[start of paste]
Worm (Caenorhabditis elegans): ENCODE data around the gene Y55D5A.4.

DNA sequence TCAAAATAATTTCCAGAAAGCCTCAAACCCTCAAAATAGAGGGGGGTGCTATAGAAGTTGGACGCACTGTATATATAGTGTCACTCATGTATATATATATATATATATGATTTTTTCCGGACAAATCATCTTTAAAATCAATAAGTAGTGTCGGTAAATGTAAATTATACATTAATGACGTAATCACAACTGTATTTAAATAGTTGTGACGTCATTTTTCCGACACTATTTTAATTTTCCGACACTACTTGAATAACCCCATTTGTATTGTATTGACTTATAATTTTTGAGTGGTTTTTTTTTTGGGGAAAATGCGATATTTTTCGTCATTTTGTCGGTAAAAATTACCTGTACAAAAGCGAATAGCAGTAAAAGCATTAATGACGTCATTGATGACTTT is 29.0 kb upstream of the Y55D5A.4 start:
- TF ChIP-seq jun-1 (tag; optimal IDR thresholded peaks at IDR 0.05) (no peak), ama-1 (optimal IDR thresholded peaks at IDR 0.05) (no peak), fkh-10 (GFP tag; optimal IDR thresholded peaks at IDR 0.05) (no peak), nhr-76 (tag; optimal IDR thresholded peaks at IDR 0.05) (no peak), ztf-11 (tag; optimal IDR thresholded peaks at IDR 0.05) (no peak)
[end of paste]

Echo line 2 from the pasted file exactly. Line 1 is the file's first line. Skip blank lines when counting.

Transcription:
DNA sequence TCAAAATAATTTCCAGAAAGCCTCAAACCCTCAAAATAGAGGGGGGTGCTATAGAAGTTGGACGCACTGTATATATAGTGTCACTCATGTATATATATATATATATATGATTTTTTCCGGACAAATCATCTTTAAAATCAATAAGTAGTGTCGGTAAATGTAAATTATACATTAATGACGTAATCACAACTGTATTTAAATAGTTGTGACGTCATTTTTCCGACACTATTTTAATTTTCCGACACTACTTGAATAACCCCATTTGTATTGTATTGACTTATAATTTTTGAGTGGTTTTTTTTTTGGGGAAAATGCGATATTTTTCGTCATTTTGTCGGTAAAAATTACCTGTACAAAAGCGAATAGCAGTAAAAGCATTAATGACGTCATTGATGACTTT is 29.0 kb upstream of the Y55D5A.4 start: